After the rocky rollout of HealthCare.gov in 2014 and a few years of soaring premiums, the law’s private marketplaces have stabilized”
“one of the biggest gaps in the ACA itself: Medicaid. The program’s expansion to cover more low-income adults was supposed to be mandatory for all 50 states, a statutory overreach that was scaled back by the Supreme Court, where two liberal justices joined the conservatives to rule that the expansion must be optional.
As a result, 12 states still refuse to expand Medicaid. An estimated 4 million people who would have been covered by the expansion remain uninsured.”
“Some people who purchase private insurance through the law can still face high out-of-pocket costs. Some of the health plans sold on the marketplaces have deductibles as high as $6,000 for an individual or $13,000 for a family — and those are usually the cheapest plans available. Until this year, people who made too much money to qualify for the law’s subsidies had to pay the full cost for their insurance, making it unaffordable for some.”
“one core problem remains: While every other developed country in the world enjoys universal (or near-universal) health coverage, 1 in 10 people living in the United States still don’t have insurance.
That number is lower than it was before 2010, when it was about 17 percent. But it is an embarrassing outlier among our economic peers. Americans also spend more of their own money on their health care than people in almost every other country.”
“America spends more money on health care for worse outcomes than its peer countries, as researchers have noted time and again. On a global index of health care quality and access, the US trails many more socialized systems. Life expectancy has dipped in recent years, ending decades of progress and dropping the US further behind comparable countries.
There is no denying that the high quality of health care available in the United States — for those who can afford it. The US health care industry can undoubtedly be among the most innovative in the world: It was American science that cured hepatitis-C in the last decade. The success of the country’s Covid-19 vaccine development, production and distribution is undeniable.
But prioritizing innovation above all else creates its own problems, leaving US health policy captive to private interests.”
“America still has the highest uninsured rate in the developed world and the highest health care costs. So long as the health care industry wields a veto pen over any plan that would cut into its profits to address those problems, little is going to change.”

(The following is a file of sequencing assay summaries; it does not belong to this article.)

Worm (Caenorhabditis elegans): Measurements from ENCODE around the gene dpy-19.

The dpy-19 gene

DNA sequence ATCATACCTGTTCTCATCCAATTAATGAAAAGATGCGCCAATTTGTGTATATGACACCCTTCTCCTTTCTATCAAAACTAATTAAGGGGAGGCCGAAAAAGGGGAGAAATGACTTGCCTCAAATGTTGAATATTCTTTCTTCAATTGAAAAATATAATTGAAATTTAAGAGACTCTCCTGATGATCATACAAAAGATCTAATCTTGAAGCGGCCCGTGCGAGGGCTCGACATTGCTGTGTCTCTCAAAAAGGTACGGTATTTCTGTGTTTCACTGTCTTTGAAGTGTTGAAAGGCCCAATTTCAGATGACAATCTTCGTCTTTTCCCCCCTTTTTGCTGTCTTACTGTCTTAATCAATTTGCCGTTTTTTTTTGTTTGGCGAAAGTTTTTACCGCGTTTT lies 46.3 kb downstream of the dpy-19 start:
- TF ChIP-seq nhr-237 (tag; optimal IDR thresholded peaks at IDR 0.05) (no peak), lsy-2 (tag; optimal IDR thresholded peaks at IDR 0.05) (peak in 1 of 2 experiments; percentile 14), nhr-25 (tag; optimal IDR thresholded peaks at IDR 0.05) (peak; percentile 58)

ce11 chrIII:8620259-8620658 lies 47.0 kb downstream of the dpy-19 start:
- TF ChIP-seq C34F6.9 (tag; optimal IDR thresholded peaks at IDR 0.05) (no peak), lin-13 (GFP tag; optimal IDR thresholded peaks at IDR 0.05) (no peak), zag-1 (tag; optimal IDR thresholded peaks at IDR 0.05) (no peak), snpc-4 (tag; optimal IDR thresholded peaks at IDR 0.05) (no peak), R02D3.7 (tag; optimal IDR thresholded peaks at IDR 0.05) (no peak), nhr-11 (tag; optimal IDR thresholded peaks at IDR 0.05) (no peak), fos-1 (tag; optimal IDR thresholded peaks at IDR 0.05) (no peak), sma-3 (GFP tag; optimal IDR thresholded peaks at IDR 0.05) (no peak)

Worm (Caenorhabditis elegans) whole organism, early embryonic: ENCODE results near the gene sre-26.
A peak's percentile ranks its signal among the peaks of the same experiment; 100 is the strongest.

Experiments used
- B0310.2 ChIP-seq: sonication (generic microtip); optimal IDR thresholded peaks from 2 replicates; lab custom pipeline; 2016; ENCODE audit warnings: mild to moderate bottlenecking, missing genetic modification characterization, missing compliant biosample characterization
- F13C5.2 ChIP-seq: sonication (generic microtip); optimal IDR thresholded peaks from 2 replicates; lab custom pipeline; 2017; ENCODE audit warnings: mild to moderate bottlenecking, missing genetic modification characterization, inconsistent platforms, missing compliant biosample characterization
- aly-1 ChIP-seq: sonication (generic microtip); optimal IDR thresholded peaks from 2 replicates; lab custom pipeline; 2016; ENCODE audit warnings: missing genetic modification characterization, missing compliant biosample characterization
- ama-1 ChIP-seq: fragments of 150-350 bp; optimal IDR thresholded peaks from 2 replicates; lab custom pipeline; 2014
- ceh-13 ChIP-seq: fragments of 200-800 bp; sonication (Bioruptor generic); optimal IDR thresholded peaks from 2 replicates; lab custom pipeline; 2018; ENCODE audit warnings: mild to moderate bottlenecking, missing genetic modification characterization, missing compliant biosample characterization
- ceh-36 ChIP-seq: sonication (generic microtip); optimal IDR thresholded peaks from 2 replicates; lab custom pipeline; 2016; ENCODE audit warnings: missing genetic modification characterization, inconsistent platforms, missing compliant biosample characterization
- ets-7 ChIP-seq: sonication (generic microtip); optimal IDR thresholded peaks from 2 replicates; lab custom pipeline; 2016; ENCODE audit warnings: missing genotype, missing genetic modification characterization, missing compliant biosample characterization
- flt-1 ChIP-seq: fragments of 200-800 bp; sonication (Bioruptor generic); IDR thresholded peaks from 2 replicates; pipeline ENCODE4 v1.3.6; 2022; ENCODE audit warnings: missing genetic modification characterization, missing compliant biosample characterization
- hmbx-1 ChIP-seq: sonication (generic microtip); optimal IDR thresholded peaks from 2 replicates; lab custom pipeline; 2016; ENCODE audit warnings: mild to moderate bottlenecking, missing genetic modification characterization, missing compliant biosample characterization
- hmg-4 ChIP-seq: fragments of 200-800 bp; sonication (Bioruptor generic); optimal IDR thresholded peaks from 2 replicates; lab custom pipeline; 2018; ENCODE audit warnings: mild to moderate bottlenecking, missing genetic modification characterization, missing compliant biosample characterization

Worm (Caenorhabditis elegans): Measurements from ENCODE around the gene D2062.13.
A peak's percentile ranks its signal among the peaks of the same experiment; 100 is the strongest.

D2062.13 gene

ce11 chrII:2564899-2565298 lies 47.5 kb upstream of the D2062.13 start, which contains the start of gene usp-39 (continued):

“We are about to witness, for the first time, the power of a fully operational Affordable Care Act (ACA).
The American Rescue Plan made 3.7 million more people eligible for the ACA’s premium subsidies. The Biden administration had already opened up enrollment after taking office, and 200,000 Americans signed up in the first two weeks. Now the administration is extending enrollment until August 15, backed by millions of dollars in advertising.
Insurers are expanding into new markets, and some who abandoned it long ago in the law’s fraught early years are now reentering. The individual mandate is gone, but, as it turns out, it may not be as important to the law’s long-term viability as originally thought. The law had been weakened since its passage by the Supreme Court and Republican opposition. So this is a new beginning of sorts.
“The ACA is right now much closer to what its advocates hoped it would be from the start,” Larry Levitt, executive vice president at the Kaiser Family Foundation (KFF), told me. “This is a true test of how effective a juiced-up ACA can be at getting us closer to universal coverage.
Taken together, come Labor Day, the country should have the clearest idea yet of how the ACA functions at full strength — and where holes in the US health system remain.”
“examining how the rollout of Medicaid in the late 1960s affected people who were children at the time.
If you got health insurance through the program as a child, he found, you were less likely to die young; you were likelier to be employed and less likely to have a disability as an adult; and all these benefits actually wound up saving the government money.”